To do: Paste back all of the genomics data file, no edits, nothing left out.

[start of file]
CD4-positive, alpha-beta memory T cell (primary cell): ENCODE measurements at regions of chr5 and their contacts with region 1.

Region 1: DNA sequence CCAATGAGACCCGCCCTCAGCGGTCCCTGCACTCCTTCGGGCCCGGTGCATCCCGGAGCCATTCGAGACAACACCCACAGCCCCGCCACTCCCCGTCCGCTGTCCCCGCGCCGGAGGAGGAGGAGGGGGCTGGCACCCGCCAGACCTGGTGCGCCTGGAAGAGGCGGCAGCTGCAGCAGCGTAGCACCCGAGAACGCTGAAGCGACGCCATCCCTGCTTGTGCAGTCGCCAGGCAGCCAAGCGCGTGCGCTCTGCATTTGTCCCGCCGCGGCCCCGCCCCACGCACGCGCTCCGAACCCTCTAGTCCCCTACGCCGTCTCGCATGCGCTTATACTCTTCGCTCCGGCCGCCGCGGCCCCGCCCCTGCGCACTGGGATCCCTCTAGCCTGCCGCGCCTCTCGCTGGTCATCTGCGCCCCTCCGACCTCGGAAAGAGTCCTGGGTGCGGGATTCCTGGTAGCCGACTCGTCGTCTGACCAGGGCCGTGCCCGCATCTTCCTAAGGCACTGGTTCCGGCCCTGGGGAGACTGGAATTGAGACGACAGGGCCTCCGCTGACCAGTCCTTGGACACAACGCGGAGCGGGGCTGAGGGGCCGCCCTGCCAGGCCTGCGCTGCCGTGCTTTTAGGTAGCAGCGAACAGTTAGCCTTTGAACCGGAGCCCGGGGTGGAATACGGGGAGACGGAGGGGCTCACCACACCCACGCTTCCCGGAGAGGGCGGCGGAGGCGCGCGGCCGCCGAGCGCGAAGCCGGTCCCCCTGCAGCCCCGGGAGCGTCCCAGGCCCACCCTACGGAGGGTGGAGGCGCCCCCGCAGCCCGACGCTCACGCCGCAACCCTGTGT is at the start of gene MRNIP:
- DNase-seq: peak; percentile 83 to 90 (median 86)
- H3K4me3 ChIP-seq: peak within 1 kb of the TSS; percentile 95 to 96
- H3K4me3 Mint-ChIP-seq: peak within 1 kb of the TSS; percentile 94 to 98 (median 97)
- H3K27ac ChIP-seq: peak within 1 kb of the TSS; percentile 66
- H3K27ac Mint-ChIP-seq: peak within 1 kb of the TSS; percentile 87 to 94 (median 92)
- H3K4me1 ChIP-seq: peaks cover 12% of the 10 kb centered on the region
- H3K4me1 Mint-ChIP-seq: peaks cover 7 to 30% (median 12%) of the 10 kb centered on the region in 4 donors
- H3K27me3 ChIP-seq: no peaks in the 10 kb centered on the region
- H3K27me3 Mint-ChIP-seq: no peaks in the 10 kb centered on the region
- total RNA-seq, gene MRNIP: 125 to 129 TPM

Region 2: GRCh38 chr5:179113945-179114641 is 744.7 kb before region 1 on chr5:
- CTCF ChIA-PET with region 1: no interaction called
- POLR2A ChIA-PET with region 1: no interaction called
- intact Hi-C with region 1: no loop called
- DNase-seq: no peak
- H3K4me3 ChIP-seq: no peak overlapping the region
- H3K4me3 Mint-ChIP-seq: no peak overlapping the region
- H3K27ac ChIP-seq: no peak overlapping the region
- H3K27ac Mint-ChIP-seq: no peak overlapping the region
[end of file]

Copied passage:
CD4-positive, alpha-beta memory T cell (primary cell): ENCODE measurements at regions of chr5 and their contacts with region 1.

Region 1: DNA sequence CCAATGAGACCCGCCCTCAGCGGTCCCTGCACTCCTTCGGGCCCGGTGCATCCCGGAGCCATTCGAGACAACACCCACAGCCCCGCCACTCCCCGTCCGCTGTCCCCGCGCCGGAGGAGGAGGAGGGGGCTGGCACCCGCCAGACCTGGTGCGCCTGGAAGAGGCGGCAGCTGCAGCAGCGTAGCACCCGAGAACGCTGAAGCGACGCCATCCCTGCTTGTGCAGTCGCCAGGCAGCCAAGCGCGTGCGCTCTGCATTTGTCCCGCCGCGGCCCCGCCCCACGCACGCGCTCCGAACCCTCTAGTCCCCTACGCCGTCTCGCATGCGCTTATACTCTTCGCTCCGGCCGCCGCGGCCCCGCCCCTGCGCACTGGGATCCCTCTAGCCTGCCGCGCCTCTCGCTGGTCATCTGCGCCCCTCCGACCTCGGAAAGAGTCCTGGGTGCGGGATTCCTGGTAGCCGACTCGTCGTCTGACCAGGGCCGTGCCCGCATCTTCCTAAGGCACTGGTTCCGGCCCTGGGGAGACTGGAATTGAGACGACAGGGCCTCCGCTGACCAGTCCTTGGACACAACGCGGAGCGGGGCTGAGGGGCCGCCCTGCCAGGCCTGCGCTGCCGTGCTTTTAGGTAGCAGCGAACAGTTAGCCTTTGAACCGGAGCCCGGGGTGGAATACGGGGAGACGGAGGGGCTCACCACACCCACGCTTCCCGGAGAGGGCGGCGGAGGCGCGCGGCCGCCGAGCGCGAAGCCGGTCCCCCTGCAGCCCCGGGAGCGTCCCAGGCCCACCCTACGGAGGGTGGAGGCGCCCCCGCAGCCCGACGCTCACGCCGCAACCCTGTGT is at the start of gene MRNIP:
- DNase-seq: peak; percentile 83 to 90 (median 86)
- H3K4me3 ChIP-seq: peak within 1 kb of the TSS; percentile 95 to 96
- H3K4me3 Mint-ChIP-seq: peak within 1 kb of the TSS; percentile 94 to 98 (median 97)
- H3K27ac ChIP-seq: peak within 1 kb of the TSS; percentile 66
- H3K27ac Mint-ChIP-seq: peak within 1 kb of the TSS; percentile 87 to 94 (median 92)
- H3K4me1 ChIP-seq: peaks cover 12% of the 10 kb centered on the region
- H3K4me1 Mint-ChIP-seq: peaks cover 7 to 30% (median 12%) of the 10 kb centered on the region in 4 donors
- H3K27me3 ChIP-seq: no peaks in the 10 kb centered on the region
- H3K27me3 Mint-ChIP-seq: no peaks in the 10 kb centered on the region
- total RNA-seq, gene MRNIP: 125 to 129 TPM

Region 2: GRCh38 chr5:179113945-179114641 is 744.7 kb before region 1 on chr5:
- CTCF ChIA-PET with region 1: no interaction called
- POLR2A ChIA-PET with region 1: no interaction called
- intact Hi-C with region 1: no loop called
- DNase-seq: no peak
- H3K4me3 ChIP-seq: no peak overlapping the region
- H3K4me3 Mint-ChIP-seq: no peak overlapping the region
- H3K27ac ChIP-seq: no peak overlapping the region
- H3K27ac Mint-ChIP-seq: no peak overlapping the region